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We are All One – A Reflection

September 24, 2022
Someone is reminding me that I need to blog and wrap up my sermon preparation before the football game!

In Luke 16:19-31, we read the story of another challenge Jesus offers the Pharisees and others who were listening to him speak.  He tells them about the rich man and Lazarus. A rich man who was dressed in purple (a very expensive cloth dyed from the liquid obtained from a species of shellfish) is living a life that is large and self-absorbed. He feasted sumptuously every day while there was starvation literally at his front door. Using my imagination, I can see a home that is spacious and richly decorated with a staff who waited on him night and day. I am sure that he was a powerful and respected member of the community who never lacked for anything.

This is in direct contrast to Lazarus (whose name ironically means “God has helped) who has absolutely nothing. Day after day, Lazarus along with other invisible and discarded members of the society would wait in the hope that someone would take pity on him. He didn’t want much. In fact, he would have been satisfied with the crumbs that fell from the rich man’s table. Yet at the end of the day, all he had was the dogs licking his sores and an empty stomach. Alone and invisible, Lazarus was completely isolated from society and ignored.

It is easy to jump on one’s high horse and roundly condemn the rich man for being so heartless by ignoring the needs of the community right outside the door. To make matters worse, Lazarus was so invisible that the rich man didn’t even bother to get to know his story. Ah, there is so much to be righteously judgmental about in this story.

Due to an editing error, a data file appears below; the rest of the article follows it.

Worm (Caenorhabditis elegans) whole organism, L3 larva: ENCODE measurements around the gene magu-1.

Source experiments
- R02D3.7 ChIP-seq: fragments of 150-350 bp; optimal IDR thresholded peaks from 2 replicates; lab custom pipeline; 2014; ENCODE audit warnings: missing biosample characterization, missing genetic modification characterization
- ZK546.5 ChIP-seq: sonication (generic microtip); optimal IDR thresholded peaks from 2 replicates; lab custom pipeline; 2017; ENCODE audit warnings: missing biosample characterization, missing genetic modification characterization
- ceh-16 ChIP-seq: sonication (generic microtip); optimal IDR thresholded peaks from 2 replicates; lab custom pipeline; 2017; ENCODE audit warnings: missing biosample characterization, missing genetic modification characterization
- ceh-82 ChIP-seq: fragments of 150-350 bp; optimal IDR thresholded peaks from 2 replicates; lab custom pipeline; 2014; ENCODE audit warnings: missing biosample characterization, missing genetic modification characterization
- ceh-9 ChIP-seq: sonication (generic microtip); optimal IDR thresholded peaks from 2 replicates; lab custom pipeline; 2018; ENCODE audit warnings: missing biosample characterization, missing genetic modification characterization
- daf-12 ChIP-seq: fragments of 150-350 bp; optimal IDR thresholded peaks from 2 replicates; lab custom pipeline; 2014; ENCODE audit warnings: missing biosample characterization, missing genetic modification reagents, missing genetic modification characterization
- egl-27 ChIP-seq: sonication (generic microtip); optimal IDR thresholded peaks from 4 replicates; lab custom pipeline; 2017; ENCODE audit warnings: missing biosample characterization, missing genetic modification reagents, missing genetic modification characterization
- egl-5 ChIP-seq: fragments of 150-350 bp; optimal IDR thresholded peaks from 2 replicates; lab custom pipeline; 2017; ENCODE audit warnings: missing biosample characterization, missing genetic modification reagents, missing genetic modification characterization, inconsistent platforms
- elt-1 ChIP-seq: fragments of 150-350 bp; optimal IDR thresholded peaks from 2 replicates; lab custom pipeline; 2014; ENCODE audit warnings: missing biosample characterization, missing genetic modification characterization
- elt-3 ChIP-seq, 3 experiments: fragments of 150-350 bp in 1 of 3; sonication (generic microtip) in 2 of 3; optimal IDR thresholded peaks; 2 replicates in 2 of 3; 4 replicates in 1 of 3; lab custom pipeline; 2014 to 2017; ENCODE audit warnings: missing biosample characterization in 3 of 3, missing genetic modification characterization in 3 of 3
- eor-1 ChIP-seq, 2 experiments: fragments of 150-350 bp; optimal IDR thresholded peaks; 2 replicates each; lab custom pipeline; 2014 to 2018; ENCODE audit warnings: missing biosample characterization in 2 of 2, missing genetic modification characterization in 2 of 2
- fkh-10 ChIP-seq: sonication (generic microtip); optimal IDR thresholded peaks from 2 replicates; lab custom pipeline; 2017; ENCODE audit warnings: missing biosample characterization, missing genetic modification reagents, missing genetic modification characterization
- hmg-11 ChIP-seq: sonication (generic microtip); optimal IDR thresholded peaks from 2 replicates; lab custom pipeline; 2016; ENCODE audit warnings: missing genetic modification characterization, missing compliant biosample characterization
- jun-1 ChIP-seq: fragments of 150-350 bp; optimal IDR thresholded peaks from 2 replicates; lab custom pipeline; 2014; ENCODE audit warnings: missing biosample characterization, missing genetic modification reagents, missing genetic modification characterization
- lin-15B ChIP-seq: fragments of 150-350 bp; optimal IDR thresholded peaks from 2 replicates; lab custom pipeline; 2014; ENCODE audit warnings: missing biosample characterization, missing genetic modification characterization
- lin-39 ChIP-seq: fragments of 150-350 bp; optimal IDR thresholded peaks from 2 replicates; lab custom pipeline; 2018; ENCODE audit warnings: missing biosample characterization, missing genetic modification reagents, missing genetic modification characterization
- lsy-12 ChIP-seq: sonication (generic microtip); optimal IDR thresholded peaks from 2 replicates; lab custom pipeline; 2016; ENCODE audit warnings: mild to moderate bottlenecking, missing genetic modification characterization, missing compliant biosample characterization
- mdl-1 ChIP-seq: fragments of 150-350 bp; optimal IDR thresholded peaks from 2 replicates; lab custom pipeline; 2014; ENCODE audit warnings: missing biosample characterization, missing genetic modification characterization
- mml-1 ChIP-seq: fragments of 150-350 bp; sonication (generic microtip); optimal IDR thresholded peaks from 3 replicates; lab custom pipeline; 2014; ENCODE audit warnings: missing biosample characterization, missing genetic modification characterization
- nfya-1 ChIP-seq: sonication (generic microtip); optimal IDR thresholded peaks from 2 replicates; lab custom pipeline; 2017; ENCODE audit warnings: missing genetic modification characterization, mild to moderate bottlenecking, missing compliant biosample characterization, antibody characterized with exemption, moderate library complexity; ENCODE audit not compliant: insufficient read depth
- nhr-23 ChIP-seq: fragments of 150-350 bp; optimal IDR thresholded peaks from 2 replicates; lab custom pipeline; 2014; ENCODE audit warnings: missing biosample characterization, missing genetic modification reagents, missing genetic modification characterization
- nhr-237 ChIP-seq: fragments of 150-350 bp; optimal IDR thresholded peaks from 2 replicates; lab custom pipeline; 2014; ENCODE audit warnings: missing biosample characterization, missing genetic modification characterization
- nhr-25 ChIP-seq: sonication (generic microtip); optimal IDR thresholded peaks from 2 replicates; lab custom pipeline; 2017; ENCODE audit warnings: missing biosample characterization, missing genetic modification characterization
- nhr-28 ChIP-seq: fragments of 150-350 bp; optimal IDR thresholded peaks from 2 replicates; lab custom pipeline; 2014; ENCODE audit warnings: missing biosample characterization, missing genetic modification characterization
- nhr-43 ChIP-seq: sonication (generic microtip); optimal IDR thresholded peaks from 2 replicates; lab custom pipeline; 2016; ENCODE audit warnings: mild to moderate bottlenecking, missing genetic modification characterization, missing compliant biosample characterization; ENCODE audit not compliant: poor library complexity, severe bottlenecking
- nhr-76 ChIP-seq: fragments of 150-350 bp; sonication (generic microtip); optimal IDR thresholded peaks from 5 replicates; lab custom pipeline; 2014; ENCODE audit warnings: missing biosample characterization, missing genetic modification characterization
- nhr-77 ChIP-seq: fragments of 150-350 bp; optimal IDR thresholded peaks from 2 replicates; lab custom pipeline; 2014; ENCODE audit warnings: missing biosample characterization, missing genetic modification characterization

In the parable Lazarus and the rich man die but go in opposite directions so to speak! Condemned to eternity in Hades the rich man is suffering greatly. Without a staff to cater to his every whim or a banquet table full of food every day, he was suddenly introduced to the world of Lazarus. As he was being tormented the man still didn’t see the larger picture. From Hades he asks Abraham to send Lazarus down to dip his finger in water and cool his tongue. The rich man was essentially asking Abraham to send Lazarus as a servant down to do what he never did for Lazarus when they were both alive.

This parable was intended to show the Pharisees the hypocrisy of their ways and to challenge the way they lived out their faith. Jesus was challenging them to look beyond themselves and their scheming for power and control to walk with and care for the people they had been called to support as spiritual advisors.

So how does this parable speak to us today? For me it highlights the dualistic gaps that I see in the world today. Just as a chasm separated the rich man from Lazarus, there are chasms that are often self-created that separate us from each other. The rich versus the poor, the hungry versus those who have more than enough food, those who have mansions versus those who have no place to live; these are some of the chasms that come to my mind. Too often these dualistic differences boil down to an “us versus them” mentality where barriers are erected to separate people.